Engineers will say that simply lowering the speed limit isn’t enough to make people drive at slower, safer speeds.  They’re not wrong.  Road design features have every bit as much effect on driver behavior, if not more, than signage.  This is where advocates and engineers agree. Where we commonly disagree is what to do about it. There are two approaches:

  1. Engineering Approach - use 85th Percentile to set posted speed limit at what speed 85% of drivers are driving at or below. The primary function of the roadway is moving cars with safety coming in a distant second place (IF there’s money in the project budget…IF there’s sufficient right-of-way….IF it won’t impede vehicle traffic, etc).

  2. Safe Systems Approach - Set posted speed limit at what’s safe and appropriate and if people are consistently driving faster, implement design features that encourage people to drive slower, increasing safety. Safety is first and foremost. This approach is better in many ways for many reasons, however…

Engineers won’t even consider slowing traffic on the most dangerous streets, which they classify as “arterials” or “collectors.”  Why?  Because they carry the most cars.   The reason why certain streets need slower design speeds -volume of vehicle traffic- becomes the reason why they cannot have them.  This rationale is self-serving, self-defeating and leads to a circular logic that is rarely challenged from within the engineering community.  This is especially frustrating for advocates because, as we see all the time…

FASTER TRAVEL SPEEDS DO NOT EQUAL LESS TRAFFIC CONGESTION!   

If it did, Baton Rouge, which is full of streets with high design speeds and subsequent high speed limits, would be congestion-free.  According to these same engineers, elected officials and the public in general, this is not the case. In fact, congestion was deemed so bad, that we all agreed to spend another $1 Billion over the next two decades to try and build our way out of it.  Will it work?  That’s another issue for another day.  (But no, it won’t. )

So what can be done?

We have to SLOW. THE. CARS.  We need a comprehensive vehicle speed reduction plan: 

a.       An updated Traffic Calming Manual which allows for calming measures on arterials and collectors and a greater focus on safety rather than consensus and road classification.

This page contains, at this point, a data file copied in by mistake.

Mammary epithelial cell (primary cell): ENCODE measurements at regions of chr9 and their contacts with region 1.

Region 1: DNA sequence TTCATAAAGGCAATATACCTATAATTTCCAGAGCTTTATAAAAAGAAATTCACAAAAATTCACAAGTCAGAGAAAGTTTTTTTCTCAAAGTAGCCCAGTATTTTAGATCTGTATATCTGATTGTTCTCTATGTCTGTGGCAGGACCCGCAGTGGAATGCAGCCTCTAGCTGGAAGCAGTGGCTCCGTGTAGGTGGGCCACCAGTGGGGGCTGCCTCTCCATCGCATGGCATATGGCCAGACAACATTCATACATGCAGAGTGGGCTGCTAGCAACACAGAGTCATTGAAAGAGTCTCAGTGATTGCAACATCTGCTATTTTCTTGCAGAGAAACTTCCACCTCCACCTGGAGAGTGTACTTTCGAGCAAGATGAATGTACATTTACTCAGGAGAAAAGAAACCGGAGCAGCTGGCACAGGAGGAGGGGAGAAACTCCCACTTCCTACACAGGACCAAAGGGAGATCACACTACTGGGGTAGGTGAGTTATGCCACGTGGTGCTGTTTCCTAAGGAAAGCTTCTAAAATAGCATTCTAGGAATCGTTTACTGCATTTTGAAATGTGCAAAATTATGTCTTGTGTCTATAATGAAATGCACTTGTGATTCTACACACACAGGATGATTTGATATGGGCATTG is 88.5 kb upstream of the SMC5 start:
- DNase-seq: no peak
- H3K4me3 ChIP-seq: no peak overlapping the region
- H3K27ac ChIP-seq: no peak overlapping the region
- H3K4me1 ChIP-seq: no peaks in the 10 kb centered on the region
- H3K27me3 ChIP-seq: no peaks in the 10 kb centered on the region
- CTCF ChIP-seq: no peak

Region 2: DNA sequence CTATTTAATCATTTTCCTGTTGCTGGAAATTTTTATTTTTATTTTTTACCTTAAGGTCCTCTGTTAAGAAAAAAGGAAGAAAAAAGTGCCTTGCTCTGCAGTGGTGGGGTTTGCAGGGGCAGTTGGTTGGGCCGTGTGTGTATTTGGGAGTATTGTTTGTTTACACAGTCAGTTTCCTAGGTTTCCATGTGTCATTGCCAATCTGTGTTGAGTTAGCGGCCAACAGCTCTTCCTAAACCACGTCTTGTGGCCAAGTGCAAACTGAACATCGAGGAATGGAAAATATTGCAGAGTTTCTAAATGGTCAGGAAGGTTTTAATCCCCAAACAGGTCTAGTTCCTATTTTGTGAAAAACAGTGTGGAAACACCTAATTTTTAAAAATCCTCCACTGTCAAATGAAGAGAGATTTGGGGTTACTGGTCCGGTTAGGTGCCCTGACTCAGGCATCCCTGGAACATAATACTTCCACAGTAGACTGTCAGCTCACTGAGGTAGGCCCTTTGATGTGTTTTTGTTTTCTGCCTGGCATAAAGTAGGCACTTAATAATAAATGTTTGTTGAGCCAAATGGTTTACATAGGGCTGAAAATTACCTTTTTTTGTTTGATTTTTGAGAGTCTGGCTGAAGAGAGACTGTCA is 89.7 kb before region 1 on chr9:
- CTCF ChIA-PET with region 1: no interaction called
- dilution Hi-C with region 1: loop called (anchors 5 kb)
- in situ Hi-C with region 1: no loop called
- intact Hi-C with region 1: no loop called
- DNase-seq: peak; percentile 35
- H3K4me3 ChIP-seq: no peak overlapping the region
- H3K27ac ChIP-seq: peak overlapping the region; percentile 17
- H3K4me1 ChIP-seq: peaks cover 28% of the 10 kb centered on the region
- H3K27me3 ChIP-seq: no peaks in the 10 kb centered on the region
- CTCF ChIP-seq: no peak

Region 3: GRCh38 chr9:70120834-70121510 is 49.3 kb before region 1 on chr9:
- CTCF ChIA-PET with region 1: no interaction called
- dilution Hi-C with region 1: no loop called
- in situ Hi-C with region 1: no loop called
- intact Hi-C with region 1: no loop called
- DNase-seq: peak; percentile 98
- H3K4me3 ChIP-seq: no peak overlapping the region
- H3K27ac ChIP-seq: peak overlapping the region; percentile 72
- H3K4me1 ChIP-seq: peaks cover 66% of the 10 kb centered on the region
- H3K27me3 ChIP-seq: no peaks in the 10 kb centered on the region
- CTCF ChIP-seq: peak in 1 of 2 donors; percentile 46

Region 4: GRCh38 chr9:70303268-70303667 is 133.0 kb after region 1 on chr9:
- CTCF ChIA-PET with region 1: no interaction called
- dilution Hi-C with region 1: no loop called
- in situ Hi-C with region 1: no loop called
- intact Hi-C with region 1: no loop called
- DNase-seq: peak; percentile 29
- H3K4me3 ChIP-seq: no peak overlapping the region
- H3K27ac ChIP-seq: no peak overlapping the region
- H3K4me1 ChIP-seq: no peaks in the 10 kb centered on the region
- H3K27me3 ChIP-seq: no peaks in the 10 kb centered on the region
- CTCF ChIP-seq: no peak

b.       Automated traffic enforcement, the proceeds of which are used for three purposes only:

           i.      Administrative/operating costs of the program

           ii.      Supplemental operating fund for law enforcement agencies’ traffic control divisions

       iii.      Implementation of road design changes that make roads and intersections less dangerous

c.       Updated road design standards which begin with safety of ALL road users and accommodate vehicle volume if possible….not the other way around

d.       Discontinue use of the 85th Percentile metric on all roads within municipal limits or at least supplement it with the Safe Systems Approach

 We need our city officials and elected leaders to have the courage and vision to understand that congestion does not result from slow cars; it results from too many cars.  High speeds can actually worsen congestion as they make crashes more frequent and severe and, ironically enough, cause chain-reactive “over-braking.” Now, will we stop trying to accommodate all the cars?  No.  Not in my lifetime.  But we have to be willing to examine decades of past experience when it comes to prioritization of vehicle volume and speed over roadway safety.  Baton Rouge roads didn’t become congested AND dangerous because we were doing things well.

There’s no reason we should be driving at highway speeds through neighborhoods.  Even if the speed limit sign says it’s ok, which it shouldn’t, it won’t do us any good.  Slow and steady wins the race, folks.   The humble Tortoise understood that.  Let’s not be like the Hare.  Life is hard enough without wasted effort.  And there’s no bigger waste of effort than racing to a red light. 

Doug Moore, Vice-President

Meet the Board - Elise Alexander

Did you know you can  bike  the Boston Marathon the night before? Elise did.

Did you know you can bike the Boston Marathon the night before? Elise did.

Where are you from?/ Where have you lived? How long have you been in Baton Rouge? I grew up in the suburbs of Denver, Colorado. I moved to Cambridge, MA for college (and for the excellent bike lanes!) After graduating this May I traveled a bit, spent some time back in Colorado, and moved down to Baton Rouge in July.

Advocacy/volunteering/non-profit background: Advocacy-wise, I've worked in disability and education advocacy in activities from lobbying on Capitol Hill to writing letters of support/opposition on behalf of an organization to organizing community events to call and write to elected officials. I've also participated in my fair share of rallies and protests.

What do you like best about biking? What's your ideal bike ride or day of bike riding? I love how connected to my surroundings I feel when biking around. This is pretty specific, but the sounds you pick up on while out biking (versus when you're enclosed in a car and drown them out with the radio) always really excite me. It's neat to get that sense of your community in an otherwise-mundane task like commuting to work or running errands. I also love the feeling of pedaling hard up a hill and the sweet payoff of gliding back down - even in a relatively flat city!

The perfect day of riding for me would involve a bunch of good friends, not too much humidity, and some sweet views along the way. There'd be a picnic break at some point in there too. I also have a dream of biking to New Orleans and back...someday!